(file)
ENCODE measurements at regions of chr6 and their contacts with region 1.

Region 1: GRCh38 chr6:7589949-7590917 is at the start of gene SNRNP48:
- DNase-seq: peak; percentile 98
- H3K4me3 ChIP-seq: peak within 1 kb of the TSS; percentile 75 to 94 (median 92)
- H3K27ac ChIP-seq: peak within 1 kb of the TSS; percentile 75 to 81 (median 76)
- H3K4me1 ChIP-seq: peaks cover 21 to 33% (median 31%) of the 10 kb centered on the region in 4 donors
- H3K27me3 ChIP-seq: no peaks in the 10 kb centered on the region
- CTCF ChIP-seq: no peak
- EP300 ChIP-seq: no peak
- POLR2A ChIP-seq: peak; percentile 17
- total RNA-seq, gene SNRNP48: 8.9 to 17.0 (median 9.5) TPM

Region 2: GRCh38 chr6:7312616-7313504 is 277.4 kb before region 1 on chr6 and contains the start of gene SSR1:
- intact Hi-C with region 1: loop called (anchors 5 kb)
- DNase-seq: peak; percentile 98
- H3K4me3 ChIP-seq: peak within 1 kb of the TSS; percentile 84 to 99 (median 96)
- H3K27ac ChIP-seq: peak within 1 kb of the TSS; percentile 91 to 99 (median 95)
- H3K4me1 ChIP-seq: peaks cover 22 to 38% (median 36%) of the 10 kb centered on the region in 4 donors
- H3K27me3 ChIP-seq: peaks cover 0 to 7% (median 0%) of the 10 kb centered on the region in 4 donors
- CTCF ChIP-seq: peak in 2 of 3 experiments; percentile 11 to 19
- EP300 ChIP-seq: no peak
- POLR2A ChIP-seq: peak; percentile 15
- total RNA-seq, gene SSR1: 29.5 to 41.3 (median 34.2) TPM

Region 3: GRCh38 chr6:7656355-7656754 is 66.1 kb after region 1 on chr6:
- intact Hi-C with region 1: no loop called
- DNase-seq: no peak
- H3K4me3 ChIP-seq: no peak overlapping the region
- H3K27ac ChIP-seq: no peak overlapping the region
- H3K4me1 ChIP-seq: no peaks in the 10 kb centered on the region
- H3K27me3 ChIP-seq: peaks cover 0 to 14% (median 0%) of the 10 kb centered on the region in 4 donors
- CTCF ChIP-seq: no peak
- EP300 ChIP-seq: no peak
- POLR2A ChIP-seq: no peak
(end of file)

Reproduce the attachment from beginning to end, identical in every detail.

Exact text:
ENCODE measurements at regions of chr6 and their contacts with region 1.

Region 1: GRCh38 chr6:7589949-7590917 is at the start of gene SNRNP48:
- DNase-seq: peak; percentile 98
- H3K4me3 ChIP-seq: peak within 1 kb of the TSS; percentile 75 to 94 (median 92)
- H3K27ac ChIP-seq: peak within 1 kb of the TSS; percentile 75 to 81 (median 76)
- H3K4me1 ChIP-seq: peaks cover 21 to 33% (median 31%) of the 10 kb centered on the region in 4 donors
- H3K27me3 ChIP-seq: no peaks in the 10 kb centered on the region
- CTCF ChIP-seq: no peak
- EP300 ChIP-seq: no peak
- POLR2A ChIP-seq: peak; percentile 17
- total RNA-seq, gene SNRNP48: 8.9 to 17.0 (median 9.5) TPM

Region 2: GRCh38 chr6:7312616-7313504 is 277.4 kb before region 1 on chr6 and contains the start of gene SSR1:
- intact Hi-C with region 1: loop called (anchors 5 kb)
- DNase-seq: peak; percentile 98
- H3K4me3 ChIP-seq: peak within 1 kb of the TSS; percentile 84 to 99 (median 96)
- H3K27ac ChIP-seq: peak within 1 kb of the TSS; percentile 91 to 99 (median 95)
- H3K4me1 ChIP-seq: peaks cover 22 to 38% (median 36%) of the 10 kb centered on the region in 4 donors
- H3K27me3 ChIP-seq: peaks cover 0 to 7% (median 0%) of the 10 kb centered on the region in 4 donors
- CTCF ChIP-seq: peak in 2 of 3 experiments; percentile 11 to 19
- EP300 ChIP-seq: no peak
- POLR2A ChIP-seq: peak; percentile 15
- total RNA-seq, gene SSR1: 29.5 to 41.3 (median 34.2) TPM

Region 3: GRCh38 chr6:7656355-7656754 is 66.1 kb after region 1 on chr6:
- intact Hi-C with region 1: no loop called
- DNase-seq: no peak
- H3K4me3 ChIP-seq: no peak overlapping the region
- H3K27ac ChIP-seq: no peak overlapping the region
- H3K4me1 ChIP-seq: no peaks in the 10 kb centered on the region
- H3K27me3 ChIP-seq: peaks cover 0 to 14% (median 0%) of the 10 kb centered on the region in 4 donors
- CTCF ChIP-seq: no peak
- EP300 ChIP-seq: no peak
- POLR2A ChIP-seq: no peak